# Electromagnetic Induction

Discussion in 'General Electronics Discussion' started by nabberuk, Jul 25, 2012.

1. ### nabberuk

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Jul 25, 2012
I've been looking at using electromagnetic induction to trickle charge batteries on a model sailing boat (1.5meter). The idea was to have a U shaped tube with the copper wire coiled around it. There would be a magnetic ball inside the tube so when the boat rocked it rolled around the tube.

From my understanding, depending on the polarity of the magnet you'll get a + or - voltage output, now as the magnet would be a ball I'm a little unsure on what would happen. Can I use any circuitry to harvest this regardless of the -/+.

If i can make use of the above, I'm a little unsure on the most efficient way. i.e is it more turns of the copper wire, stronger magnet?

2. ### (*steve*)¡sǝpodᴉʇuɐ ǝɥʇ ɹɐǝɥdModerator

25,490
2,832
Jan 21, 2010
Here's some random thoughts from someone who really doesn't do models.

It may work, however the energy you get out may be quite small.

The solution you're after is a bridge rectifier. This will ensure that he polarity is always right and the batteries won't discharge into the coil.

Yes, more turns will generate you a higher voltage, and for a constant speed of the magnet through the turns, a higher power. However, the weight of the magnet needs to be sufficient that it can release that much potential energy as it falls from one part of the U to another.

It may be better to make some little solar panels to place on your vessel (assuming that it's not a model of a ship which pre-dates solar panels)

The magnet also needs (pretty much) to retain its orientation as it moves through the coil. I'm not sure that's easy to do.

One option is to make a long curved section of magnets arranged NS SN NS SN NS... and have this swing back and forth with the motion of the model. A relatively thin coil could then be places so that the magnets pass through it.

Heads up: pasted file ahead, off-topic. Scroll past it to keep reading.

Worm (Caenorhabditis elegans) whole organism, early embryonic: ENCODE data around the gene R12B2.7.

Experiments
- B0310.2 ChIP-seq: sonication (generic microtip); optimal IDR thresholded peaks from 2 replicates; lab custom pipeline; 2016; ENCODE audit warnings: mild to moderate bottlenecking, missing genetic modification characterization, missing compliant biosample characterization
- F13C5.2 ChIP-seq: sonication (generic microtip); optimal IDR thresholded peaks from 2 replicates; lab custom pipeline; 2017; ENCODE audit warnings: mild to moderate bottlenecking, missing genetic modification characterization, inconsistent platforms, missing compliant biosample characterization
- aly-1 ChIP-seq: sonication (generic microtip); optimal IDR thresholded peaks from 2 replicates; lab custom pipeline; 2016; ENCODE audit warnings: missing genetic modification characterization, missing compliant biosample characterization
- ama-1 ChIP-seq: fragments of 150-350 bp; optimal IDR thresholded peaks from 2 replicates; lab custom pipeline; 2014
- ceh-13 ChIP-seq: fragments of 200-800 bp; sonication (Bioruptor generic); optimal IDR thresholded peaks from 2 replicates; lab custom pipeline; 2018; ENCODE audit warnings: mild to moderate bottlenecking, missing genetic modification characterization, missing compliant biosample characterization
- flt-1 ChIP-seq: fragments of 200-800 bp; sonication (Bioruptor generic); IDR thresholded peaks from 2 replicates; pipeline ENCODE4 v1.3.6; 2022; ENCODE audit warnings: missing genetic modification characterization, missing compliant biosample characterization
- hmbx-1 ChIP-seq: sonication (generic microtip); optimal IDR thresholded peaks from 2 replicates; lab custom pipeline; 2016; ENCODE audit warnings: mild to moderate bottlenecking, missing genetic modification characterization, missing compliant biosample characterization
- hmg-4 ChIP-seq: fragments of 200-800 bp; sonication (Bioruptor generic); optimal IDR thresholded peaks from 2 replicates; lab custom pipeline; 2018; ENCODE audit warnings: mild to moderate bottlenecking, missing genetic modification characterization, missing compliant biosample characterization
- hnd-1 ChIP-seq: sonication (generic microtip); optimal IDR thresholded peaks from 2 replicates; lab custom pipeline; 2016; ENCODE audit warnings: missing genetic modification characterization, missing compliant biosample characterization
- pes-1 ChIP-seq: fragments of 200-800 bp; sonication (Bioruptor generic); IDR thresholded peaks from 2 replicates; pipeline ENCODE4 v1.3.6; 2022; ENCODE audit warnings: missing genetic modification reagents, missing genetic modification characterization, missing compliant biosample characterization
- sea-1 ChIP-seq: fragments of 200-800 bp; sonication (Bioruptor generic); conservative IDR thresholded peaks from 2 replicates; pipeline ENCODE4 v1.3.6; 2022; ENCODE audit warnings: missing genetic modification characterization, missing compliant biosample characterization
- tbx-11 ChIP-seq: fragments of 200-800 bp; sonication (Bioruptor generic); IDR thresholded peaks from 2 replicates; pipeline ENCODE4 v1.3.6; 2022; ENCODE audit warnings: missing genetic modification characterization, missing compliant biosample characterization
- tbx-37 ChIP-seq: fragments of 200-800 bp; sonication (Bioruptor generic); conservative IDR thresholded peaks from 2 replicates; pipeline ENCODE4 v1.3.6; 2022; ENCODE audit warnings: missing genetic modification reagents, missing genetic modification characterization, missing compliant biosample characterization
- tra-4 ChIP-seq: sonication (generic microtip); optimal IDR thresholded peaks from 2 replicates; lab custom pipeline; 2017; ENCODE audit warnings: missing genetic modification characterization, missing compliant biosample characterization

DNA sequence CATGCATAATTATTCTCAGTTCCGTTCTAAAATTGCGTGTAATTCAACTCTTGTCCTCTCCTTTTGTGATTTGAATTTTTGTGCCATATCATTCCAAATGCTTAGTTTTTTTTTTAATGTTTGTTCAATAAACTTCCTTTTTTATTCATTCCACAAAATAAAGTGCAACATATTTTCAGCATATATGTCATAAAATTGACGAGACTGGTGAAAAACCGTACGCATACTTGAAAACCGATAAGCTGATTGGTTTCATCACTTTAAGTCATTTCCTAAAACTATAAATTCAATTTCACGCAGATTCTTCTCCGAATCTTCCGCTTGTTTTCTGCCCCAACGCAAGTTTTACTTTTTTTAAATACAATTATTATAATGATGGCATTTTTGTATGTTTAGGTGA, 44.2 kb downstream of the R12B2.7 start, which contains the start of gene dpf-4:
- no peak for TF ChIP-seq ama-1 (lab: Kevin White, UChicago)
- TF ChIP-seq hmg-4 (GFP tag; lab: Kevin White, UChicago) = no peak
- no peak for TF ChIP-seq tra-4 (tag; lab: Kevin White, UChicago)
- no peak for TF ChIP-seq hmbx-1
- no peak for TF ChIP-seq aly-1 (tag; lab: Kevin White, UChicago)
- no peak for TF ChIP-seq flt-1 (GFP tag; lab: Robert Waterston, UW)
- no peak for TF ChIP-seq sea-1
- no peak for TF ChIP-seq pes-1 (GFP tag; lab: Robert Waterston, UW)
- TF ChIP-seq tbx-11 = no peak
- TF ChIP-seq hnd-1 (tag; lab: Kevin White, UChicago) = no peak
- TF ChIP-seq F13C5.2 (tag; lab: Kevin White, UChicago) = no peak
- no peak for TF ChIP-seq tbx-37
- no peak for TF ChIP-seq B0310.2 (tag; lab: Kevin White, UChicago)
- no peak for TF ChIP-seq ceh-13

Tricky to make the magnet stick, because it has to be curved, you need strong magnets, and the magnets are arranged so they repel from each other.

If toy add balancing masses on either end of the magnet stick, you increase the energy available (and the mass doesn't need to pass through the coil -- which makes life easier).

One other useful property may be that this will damp the rolling of your model, possibly making it look like a much heavier craft.

3. ### KrisBlueNZSadly passed away in 2015

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Nov 28, 2011
Good advice from Steve, as usual.

Most importantly, I don't believe you'll get any useful amount of power. You can get significant power from tidal energy, but something bobbing on the waves can only generate a tiny amount of power. Enough to power a device that's designed with a very low power consumption, like a transmitter that sends a tiny burst of signal every hour or so, but not an electric motor. In fact I would say the self-discharge of your battery would be greater than the energy you could generate.

4. ### nabberuk

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Jul 25, 2012
Hi,

I had another idea in order to up the voltage/power created by this. Would having smaller versions but more of them make it a better idea as the magnet's would transfer to more than 1 coil when they pass?

thanks

5. ### KrisBlueNZSadly passed away in 2015

8,393
1,271
Nov 28, 2011
This fallacy seems to be popular with "over-unity" folks as well. You're talking about converting energy in the form of motion and force into electrical energy. There is a very limited amount of energy available; whether you convert small amounts of it separately and add them together, or convert all of it in one place, makes little difference. The energy output cannot be greater than the energy input.

6. ### john monks

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Mar 9, 2012
The energy out has nothing to do with the number of turns. The more turns the more voltage out and the less current. This will be an interesting experiment but my gut tells me that the poles of the magnet will tend to line up perpendicular to the direction of travel and therefore minimizing your output. So you might end up coming up with a shape other that U shaped. Ideally with poles will need to be parallel to the direction of travel.

7. ### elektroinstalace

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Jul 28, 2012
Hi, gr8 post thanks for posting. Information is greatful!